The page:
608: Parents Just Don’t Understand
Here are the notes I read from:
Yesterday my mom suggested I move away from the city if it makes me feel so bad. Last week my dad reaffirmed that he wouldn’t appear on the podcast without some vague conditions he was using my invitation to cajole me into.
To move away from the problem is exactly the opposite of my mission. Nearly everyone else identifies my work as helping the world, even if they don’t see the underlying beauty, harmony, glory, and such I do, but my parents get annoyed and try to change me.
Why the discrepancy? If you listen to this podcast, you’re probably interested in leading people on sustainability. You probably face different problems with your family than others you try to lead. Maybe my story will help your situation.
They love and support their son, or something pretty close to me. How is it that my sharing my mission with them results in misunderstanding?
Pivotal life moment: manager suggested sharing problems
Growing up we didn’t expose problems. If conflict, talking about it was the problem. So that moment was revolutionary.
People just are that way. Each person is just that way. You just have to work around them. But above all, don’t mention any conflict.
When I did, I have memories of my dad bellowing with anger. My mom would more play the martyr and imply the person bringing up the problem hurt her. After all, if no one brought it up, she wouldn’t feel bad.
So I learned not to expose conflict. All those years I would let it fester. Sad at the relationships I lost.
Then learned how to manage conflict.
Then learned to manage emotions, learning the difference between a given emotion, even one I didn’t like—like say anxiety, helplessness, hopelessness, guilt, shame, inadequacy, insecurity—and suffering or misery, which to me are like meta-emotions, emotions arising from emotions. I can feel shame but not misery, which allows me to face shame and act on it, to change myself.
I haven’t seen that self-awareness in my parents. Once they feel the emotion they don’t like, that’s the end of the story. That situation is bad. The way out is to change the subject.
Other huge life interest: science, understanding nature
Conservation of energy is beautiful, on its own and connecting all
I don’t remember my parents ever showing any interest for science or my study of nature. They supported it, but I don’t think it means anything to them. I don’t know if they can read a chart. I can’t imagine they understand a differential equation let alone see the profound beauty in it.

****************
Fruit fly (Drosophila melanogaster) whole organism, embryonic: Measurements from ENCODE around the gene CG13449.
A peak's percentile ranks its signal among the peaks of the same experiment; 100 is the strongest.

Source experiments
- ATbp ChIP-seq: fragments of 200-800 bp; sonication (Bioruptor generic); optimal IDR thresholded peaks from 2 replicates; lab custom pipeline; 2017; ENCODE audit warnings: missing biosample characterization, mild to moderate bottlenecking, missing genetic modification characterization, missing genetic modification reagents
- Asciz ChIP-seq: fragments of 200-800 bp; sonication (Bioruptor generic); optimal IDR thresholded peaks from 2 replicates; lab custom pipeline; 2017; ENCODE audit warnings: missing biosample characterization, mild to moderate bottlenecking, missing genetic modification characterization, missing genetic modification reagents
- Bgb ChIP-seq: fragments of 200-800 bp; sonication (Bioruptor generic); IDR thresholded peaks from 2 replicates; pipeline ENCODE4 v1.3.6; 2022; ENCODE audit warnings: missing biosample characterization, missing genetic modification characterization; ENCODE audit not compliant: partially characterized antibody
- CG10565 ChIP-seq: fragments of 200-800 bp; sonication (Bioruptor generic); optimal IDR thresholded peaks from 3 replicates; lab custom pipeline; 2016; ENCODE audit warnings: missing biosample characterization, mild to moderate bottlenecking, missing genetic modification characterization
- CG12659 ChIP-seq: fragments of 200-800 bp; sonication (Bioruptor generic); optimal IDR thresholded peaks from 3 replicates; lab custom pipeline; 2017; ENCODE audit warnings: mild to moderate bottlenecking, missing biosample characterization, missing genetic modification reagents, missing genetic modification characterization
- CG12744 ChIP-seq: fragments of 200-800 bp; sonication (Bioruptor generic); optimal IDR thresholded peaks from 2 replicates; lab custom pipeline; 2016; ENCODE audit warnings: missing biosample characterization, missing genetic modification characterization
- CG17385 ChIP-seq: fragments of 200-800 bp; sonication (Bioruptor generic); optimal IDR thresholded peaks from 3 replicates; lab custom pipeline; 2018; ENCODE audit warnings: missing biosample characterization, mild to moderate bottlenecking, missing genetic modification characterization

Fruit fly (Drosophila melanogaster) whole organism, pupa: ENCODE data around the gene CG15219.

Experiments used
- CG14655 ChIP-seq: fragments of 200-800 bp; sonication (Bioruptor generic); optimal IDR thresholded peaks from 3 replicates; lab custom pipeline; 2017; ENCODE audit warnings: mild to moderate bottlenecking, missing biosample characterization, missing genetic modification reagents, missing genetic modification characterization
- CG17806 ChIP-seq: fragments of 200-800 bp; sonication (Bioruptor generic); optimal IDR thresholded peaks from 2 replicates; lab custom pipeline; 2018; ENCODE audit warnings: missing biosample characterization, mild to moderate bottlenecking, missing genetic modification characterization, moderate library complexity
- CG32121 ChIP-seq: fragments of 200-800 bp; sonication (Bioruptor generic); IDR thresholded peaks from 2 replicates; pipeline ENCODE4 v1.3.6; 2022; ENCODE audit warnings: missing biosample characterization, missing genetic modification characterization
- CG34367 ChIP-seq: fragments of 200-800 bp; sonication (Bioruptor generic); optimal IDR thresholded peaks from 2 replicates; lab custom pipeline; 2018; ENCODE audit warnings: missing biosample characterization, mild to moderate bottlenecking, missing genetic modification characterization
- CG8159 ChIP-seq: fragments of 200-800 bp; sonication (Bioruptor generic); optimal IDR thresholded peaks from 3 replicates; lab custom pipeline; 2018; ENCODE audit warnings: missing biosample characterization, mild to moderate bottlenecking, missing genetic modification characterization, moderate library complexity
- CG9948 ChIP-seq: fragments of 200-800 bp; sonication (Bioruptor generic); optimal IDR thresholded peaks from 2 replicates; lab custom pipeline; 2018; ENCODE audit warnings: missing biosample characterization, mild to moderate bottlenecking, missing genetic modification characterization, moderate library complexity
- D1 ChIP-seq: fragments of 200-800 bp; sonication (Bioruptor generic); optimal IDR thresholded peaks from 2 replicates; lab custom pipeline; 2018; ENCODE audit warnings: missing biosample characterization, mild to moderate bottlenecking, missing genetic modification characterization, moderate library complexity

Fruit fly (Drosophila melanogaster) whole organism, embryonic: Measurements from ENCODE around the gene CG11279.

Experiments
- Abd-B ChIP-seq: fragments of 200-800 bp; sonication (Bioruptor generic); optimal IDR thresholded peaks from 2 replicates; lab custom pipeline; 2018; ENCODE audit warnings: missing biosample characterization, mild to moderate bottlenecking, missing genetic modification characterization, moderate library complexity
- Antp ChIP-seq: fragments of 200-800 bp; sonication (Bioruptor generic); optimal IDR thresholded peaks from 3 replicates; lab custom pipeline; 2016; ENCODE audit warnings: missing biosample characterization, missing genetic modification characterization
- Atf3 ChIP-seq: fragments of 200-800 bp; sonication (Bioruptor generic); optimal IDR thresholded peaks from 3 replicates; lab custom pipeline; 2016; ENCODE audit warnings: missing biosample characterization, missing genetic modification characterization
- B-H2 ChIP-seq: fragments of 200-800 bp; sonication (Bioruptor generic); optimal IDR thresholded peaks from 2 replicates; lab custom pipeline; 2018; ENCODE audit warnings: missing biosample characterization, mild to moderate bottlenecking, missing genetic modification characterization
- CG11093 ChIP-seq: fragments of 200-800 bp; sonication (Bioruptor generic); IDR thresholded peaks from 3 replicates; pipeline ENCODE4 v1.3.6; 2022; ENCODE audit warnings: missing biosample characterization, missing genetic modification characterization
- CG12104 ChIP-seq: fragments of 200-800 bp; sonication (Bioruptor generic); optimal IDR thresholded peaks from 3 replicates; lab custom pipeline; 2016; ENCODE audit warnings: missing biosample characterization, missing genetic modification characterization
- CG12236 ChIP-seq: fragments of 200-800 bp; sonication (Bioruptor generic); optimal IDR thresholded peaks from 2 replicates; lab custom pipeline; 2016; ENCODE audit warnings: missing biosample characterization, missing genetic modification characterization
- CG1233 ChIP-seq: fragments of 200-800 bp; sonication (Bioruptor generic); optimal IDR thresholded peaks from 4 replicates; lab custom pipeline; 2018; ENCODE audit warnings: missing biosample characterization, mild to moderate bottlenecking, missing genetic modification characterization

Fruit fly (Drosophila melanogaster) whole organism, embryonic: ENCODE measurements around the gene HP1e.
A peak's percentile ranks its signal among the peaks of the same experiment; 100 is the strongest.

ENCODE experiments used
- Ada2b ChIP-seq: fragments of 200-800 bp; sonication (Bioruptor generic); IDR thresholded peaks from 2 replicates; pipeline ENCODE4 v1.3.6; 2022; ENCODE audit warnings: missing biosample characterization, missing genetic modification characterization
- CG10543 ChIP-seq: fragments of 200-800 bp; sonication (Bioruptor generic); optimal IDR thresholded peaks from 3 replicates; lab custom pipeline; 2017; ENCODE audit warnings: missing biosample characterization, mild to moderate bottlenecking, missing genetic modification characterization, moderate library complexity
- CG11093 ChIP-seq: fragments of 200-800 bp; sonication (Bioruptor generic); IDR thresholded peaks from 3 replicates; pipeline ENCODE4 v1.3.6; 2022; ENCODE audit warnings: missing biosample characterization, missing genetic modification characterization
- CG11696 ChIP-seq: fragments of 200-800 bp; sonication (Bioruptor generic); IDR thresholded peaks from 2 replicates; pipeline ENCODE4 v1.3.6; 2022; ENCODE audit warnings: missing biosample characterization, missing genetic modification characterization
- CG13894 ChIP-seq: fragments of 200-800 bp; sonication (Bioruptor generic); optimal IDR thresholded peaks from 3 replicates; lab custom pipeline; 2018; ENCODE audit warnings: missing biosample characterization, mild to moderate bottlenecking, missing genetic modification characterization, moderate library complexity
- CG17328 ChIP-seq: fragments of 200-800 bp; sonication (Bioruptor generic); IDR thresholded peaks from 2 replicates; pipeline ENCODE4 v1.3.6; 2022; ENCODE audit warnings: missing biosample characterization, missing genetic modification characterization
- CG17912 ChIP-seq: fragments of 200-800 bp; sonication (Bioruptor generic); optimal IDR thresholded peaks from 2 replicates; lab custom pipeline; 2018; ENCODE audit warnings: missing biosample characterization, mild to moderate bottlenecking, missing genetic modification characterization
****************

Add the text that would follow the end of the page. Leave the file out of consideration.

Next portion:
So as I understand them, they can make no sense in working on sustainability. Regarding connection to others, they’ve already decided how to live their lives. To include the people hurt by their decision makes their lives worse. If ignoring how their behavior hurts others makes them feel better, as far as they’re concerned, the problem is solved. They feel better. What’s the problem?
To bring up at that time that others are suffering for our decisions makes them feel bad. Why not just talk about relatives and who’s doing what?
From their views, I’m talking about something abstract that makes them feel bad. The possibility of seeing beauty or changing culture is, as best I can tell, beyond them.
In the past I’ve described myself like Meathead, the son-in-law in All in the Family. He believes in equal rights across racial, sexual, and class lines. Most of us would agree with him, but he lives in Archie’s house and in that house, roles were prescribed by sex, race, and class, so equality angered him.
Archie was the racist with the heart of gold, but what’s easy to lose sight of when the show is written to make him understandable, is that a racist with a heart of gold is still a racist.
So while I’m Meathead, they’re polluters with hearts of gold. So, still polluters hurting people.
The more I see how the system of slavery evolved into the system of pollution today, with the biggest difference that the scale of pain, suffering, and cruelty today is much much greater—in that every year today as many people suffer and die as took centuries back then—the more I see a divide like households that split along slavery lines during the American Civil War.
Sometimes a family member supported slavery and another supported abolition. That conflict may have torn some families apart. I’d like to think everyone today, if magically transported back to then as a slaveholder surrounded by other slaveholders, would choose abolition, but I think some people, maybe most, if honest with themselves, if magically made a slaveholder surrounded by slavery culture, no matter their skin color or politics today, would support slavery, not to support slavery itself, but not to shake things up. You can tell by how as polluters surrounded by other polluters avoid shaking things up.
In the case of my mom and dad, I don’t think history will look kindly on these polluters with hearts of gold. I know they love me and support me pursuing what I consider important, even if the connection between our behavior and helpless people suffering is for them mostly abstract, otherwise a source of misery and suffering for them, but they can’t see that that human connection is beautiful to me. They can’t see that facing a problem can help solve it. We don’t just have to accept a system handed down to us that makes what we enjoy hurt people.
But I’m not going to move away from the problem.